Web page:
Haminoea linda was described from specimens collected at Enewetak, Marshall Islands. We saw the species on only a few occasions at Enewetak. But one of those times, there were literally hundreds crawling across a sandy slope at Japtan Island, ranging from a depth of about 6 meters to at least 20 meters. Individuals were both single and in clusters or queues, all in motion. In certain areas of Kwajalein Atoll, it seems common. In particular, numerous specimens were observed recently in Halimeda and Lyngbya at depths of 6 to 8m on a lagoon sand spit. The orange-spotted species of Haminoea are still a puzzle to me, and the identification of most of them remain uncertain. The original description of H. linda by Marcus & Burch (1965) mention the orange spots, sometimes surrounded by white, and maroon spots, which in some of our specimens appear more black. However, given the apparent number and variety of orange-spotted Haminoea in the Pacific, there could be an earlier name. We saw a similar animal in Fiji.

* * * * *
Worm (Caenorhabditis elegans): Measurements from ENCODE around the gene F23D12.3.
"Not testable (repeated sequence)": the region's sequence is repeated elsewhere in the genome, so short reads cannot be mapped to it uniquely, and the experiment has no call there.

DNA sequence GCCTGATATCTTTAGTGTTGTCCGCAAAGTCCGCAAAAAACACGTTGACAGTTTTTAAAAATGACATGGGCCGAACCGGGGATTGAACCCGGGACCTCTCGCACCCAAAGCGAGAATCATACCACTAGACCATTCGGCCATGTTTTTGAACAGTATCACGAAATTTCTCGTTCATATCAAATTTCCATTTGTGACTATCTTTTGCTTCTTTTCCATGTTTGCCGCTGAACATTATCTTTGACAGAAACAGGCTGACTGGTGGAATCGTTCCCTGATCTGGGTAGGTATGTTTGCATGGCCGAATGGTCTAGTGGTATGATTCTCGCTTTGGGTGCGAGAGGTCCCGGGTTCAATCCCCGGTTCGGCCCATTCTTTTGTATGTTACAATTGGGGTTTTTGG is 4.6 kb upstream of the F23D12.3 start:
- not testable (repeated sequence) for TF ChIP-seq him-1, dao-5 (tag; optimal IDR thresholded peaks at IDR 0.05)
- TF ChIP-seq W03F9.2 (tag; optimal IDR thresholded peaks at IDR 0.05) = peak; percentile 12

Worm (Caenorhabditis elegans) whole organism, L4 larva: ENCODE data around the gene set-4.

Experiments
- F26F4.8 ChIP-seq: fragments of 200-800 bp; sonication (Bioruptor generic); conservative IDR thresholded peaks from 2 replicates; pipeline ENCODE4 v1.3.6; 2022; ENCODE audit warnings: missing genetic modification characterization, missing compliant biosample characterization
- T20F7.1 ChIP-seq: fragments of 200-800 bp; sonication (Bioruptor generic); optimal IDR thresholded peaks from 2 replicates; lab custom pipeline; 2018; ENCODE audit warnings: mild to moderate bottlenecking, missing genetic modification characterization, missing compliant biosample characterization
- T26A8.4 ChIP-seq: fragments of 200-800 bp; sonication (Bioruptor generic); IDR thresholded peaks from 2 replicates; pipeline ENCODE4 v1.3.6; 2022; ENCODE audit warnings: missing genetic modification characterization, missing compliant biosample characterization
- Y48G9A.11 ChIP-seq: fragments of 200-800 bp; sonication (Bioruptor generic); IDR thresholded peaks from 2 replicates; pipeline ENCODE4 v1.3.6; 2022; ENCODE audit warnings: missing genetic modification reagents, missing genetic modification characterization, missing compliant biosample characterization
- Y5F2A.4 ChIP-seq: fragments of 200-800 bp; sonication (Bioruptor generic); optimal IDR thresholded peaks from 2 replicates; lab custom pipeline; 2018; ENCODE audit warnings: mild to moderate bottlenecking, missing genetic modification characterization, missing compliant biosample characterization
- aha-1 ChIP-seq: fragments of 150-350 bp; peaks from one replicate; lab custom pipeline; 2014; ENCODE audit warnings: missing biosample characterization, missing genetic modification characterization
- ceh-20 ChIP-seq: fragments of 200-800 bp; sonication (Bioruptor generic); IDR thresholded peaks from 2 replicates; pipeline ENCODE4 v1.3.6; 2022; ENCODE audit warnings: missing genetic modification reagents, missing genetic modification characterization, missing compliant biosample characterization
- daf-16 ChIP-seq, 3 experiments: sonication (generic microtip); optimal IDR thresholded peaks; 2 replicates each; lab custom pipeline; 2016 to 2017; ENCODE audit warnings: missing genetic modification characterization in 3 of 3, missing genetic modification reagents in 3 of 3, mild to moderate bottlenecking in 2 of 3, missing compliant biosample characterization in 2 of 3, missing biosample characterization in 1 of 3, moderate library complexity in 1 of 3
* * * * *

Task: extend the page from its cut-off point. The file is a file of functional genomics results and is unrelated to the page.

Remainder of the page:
The next two shots were taken in a Kwajalein lagoon algae patch at a depth of about 9m on 25 April 2011. The first show shows the mixed algae species within this patch.
Sometimes multiple specimens queue up to move.
An individual with an egg mass at night on a Kwajalein lagoon reef.
Created 27 January 2007
Updated 23 March 2017
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